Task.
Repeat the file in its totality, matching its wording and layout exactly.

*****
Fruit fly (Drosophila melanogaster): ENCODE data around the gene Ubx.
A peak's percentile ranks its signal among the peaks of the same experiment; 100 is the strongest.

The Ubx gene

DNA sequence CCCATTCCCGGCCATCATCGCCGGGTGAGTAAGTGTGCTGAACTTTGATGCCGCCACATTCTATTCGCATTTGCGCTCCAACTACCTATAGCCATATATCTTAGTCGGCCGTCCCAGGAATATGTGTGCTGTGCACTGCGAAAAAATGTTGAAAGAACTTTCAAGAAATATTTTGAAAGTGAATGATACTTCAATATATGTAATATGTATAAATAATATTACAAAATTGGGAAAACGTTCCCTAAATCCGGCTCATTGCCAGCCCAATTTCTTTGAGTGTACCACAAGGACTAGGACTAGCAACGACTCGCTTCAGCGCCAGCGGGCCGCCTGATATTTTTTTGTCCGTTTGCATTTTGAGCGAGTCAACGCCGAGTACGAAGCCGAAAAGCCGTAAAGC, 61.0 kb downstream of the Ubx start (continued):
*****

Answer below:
Fruit fly (Drosophila melanogaster): ENCODE data around the gene Ubx.
A peak's percentile ranks its signal among the peaks of the same experiment; 100 is the strongest.

The Ubx gene

DNA sequence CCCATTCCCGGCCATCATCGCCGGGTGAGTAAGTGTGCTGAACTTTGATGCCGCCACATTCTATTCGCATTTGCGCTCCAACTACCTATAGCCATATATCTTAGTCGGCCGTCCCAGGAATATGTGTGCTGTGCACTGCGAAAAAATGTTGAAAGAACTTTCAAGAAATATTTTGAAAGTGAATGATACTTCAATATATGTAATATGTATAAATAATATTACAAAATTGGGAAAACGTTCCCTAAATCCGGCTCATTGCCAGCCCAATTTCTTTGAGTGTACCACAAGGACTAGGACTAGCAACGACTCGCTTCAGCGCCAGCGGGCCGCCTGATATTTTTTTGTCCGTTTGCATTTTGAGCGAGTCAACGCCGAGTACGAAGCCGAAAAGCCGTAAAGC, 61.0 kb downstream of the Ubx start (continued):